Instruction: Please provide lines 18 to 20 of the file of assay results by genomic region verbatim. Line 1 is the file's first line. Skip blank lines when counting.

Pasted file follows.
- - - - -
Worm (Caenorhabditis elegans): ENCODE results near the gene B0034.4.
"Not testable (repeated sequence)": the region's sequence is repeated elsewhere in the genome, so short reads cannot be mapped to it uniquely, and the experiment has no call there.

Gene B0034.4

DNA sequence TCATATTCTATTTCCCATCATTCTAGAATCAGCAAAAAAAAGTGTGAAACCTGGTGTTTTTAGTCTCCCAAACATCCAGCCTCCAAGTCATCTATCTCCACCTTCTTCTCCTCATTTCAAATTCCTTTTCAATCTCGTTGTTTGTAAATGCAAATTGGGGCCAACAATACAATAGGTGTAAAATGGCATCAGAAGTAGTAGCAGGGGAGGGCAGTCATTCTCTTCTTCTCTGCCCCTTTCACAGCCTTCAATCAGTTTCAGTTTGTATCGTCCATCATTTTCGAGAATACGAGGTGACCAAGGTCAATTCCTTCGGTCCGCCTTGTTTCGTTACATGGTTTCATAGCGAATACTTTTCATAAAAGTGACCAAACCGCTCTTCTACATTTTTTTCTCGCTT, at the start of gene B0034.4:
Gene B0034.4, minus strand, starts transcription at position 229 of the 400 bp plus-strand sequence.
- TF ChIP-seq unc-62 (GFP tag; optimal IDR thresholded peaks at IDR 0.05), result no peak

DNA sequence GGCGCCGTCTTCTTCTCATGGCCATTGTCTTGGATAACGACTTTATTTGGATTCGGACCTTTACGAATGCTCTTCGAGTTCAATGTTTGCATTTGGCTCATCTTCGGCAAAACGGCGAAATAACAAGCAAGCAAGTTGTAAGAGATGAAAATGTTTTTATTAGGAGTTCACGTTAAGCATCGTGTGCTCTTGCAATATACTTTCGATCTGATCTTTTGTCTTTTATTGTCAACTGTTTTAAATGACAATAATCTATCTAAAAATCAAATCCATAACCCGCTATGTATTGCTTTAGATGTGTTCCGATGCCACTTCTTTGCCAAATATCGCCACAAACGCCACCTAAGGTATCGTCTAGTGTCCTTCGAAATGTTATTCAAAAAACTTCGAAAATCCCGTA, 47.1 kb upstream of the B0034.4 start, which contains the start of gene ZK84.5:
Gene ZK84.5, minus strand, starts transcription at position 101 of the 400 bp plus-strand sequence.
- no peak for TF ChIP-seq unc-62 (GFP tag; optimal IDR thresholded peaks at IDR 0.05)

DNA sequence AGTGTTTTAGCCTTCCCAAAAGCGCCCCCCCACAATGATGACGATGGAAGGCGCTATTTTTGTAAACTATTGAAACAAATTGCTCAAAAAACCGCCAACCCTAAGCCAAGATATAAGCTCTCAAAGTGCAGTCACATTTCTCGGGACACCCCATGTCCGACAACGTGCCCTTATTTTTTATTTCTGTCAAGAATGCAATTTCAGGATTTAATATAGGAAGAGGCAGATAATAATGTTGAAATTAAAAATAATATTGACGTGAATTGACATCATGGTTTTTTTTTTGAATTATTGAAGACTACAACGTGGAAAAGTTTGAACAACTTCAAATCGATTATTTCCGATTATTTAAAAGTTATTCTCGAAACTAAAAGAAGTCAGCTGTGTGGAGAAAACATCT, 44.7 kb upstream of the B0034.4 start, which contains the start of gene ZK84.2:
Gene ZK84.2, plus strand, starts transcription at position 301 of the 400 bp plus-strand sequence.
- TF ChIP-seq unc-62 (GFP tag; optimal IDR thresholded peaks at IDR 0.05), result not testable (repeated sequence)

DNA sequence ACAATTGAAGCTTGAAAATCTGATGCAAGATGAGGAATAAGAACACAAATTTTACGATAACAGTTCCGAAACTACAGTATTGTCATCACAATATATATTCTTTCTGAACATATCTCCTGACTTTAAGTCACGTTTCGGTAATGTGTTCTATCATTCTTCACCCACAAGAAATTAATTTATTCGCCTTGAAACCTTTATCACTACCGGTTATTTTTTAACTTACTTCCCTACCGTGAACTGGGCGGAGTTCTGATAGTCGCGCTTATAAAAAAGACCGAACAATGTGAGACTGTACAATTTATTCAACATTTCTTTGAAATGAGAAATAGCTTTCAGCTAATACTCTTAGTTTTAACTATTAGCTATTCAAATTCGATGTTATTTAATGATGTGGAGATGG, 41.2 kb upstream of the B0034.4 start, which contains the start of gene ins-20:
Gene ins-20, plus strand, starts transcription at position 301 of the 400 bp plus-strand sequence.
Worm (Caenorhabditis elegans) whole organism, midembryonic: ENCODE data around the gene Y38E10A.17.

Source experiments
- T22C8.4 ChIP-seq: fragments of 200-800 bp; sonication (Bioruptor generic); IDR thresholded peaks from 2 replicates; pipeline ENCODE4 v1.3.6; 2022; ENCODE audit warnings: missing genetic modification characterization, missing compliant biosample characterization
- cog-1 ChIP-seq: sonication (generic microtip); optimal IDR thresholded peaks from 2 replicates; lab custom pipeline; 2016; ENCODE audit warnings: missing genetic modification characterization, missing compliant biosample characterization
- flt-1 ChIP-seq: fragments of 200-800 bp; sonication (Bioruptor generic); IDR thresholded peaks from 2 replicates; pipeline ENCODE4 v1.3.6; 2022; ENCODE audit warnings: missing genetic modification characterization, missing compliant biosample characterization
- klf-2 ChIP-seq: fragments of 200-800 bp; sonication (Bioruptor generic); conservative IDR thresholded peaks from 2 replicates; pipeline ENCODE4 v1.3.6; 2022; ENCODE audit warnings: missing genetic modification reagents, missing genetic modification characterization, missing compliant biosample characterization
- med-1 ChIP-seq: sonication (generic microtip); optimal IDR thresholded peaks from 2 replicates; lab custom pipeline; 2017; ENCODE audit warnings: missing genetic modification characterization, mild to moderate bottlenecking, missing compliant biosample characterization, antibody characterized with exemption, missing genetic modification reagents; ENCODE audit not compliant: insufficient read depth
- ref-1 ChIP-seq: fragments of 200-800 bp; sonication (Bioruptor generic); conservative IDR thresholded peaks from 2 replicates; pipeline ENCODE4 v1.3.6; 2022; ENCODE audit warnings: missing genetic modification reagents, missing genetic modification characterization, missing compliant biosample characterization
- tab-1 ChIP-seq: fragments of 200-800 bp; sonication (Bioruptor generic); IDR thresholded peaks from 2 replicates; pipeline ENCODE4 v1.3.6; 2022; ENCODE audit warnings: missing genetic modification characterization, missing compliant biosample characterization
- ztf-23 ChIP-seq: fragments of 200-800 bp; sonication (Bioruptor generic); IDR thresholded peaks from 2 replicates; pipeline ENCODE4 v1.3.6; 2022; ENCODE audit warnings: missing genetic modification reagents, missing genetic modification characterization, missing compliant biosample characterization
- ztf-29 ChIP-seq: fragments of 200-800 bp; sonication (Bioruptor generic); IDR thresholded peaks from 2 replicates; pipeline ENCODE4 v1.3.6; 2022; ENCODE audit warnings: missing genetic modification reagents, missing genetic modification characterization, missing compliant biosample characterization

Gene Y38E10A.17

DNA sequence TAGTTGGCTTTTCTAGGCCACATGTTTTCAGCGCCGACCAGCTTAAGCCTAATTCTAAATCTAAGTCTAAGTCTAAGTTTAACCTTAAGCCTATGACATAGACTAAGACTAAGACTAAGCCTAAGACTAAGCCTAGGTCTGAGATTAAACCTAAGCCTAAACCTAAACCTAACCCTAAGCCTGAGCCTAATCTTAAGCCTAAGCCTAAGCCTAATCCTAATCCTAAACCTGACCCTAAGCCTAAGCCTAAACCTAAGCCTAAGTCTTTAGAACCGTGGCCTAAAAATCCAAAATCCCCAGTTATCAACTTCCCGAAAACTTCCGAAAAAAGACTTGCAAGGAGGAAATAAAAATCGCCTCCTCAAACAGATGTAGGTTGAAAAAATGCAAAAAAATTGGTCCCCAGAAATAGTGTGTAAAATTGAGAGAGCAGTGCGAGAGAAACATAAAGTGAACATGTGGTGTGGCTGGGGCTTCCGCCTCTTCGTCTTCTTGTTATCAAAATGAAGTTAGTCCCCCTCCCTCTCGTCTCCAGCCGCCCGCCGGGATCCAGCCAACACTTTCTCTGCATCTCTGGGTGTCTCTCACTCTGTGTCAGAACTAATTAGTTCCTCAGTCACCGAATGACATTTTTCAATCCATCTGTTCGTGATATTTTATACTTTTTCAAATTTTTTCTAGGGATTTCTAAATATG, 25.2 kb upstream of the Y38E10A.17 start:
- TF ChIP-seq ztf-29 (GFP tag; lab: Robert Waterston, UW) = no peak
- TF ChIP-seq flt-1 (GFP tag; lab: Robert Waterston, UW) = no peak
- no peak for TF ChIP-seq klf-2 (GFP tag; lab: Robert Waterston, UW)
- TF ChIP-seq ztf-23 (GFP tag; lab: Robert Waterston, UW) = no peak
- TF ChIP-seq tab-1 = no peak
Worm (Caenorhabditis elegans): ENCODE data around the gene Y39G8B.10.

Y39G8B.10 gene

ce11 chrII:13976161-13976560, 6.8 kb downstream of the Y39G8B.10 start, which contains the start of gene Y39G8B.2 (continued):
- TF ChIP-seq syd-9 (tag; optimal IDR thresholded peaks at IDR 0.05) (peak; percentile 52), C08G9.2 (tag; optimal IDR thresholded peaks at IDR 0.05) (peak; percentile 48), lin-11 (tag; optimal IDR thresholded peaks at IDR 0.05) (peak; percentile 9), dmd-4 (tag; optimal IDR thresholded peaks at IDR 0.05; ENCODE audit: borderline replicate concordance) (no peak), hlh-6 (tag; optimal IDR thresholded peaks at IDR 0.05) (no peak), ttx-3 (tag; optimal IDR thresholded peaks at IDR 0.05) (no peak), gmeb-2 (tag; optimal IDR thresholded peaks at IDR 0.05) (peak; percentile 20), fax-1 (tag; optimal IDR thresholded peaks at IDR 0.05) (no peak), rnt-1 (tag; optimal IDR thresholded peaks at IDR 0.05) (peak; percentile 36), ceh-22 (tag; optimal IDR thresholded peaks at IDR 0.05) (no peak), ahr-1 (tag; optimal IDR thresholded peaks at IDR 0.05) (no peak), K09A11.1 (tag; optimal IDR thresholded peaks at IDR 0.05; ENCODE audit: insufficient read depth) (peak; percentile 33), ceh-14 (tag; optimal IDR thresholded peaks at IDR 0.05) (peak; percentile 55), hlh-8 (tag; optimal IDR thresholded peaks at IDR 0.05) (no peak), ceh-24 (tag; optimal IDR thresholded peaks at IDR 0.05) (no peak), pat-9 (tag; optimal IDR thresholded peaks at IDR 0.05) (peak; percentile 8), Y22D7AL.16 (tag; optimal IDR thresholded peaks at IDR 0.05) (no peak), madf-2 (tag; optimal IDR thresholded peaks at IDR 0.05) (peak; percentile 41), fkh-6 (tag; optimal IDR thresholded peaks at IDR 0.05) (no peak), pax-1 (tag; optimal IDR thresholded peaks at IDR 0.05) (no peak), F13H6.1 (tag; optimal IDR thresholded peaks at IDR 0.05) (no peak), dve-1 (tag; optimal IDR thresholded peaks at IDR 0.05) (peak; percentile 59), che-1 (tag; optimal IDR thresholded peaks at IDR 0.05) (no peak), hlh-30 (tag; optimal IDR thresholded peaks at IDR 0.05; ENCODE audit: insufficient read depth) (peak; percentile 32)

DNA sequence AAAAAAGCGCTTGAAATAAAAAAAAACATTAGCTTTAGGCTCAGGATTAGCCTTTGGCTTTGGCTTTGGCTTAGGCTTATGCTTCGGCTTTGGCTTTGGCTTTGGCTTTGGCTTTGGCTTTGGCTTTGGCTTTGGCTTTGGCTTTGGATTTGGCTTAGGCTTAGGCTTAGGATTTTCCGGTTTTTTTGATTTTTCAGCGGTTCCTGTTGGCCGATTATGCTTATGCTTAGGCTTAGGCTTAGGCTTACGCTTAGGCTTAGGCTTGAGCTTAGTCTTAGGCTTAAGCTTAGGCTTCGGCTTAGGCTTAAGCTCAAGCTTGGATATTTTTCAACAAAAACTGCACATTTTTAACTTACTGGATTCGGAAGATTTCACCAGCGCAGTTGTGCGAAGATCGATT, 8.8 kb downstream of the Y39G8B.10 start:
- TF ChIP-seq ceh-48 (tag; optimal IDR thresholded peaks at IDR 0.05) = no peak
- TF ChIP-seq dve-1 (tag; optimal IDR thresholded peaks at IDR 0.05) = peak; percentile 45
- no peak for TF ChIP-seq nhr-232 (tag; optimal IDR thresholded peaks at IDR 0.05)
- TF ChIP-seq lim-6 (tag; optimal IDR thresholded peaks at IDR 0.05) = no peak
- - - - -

- cog-1 ChIP-seq: sonication (generic microtip); optimal IDR thresholded peaks from 2 replicates; lab custom pipeline; 2016; ENCODE audit warnings: missing genetic modification characterization, missing compliant biosample characterization
- flt-1 ChIP-seq: fragments of 200-800 bp; sonication (Bioruptor generic); IDR thresholded peaks from 2 replicates; pipeline ENCODE4 v1.3.6; 2022; ENCODE audit warnings: missing genetic modification characterization, missing compliant biosample characterization
- klf-2 ChIP-seq: fragments of 200-800 bp; sonication (Bioruptor generic); conservative IDR thresholded peaks from 2 replicates; pipeline ENCODE4 v1.3.6; 2022; ENCODE audit warnings: missing genetic modification reagents, missing genetic modification characterization, missing compliant biosample characterization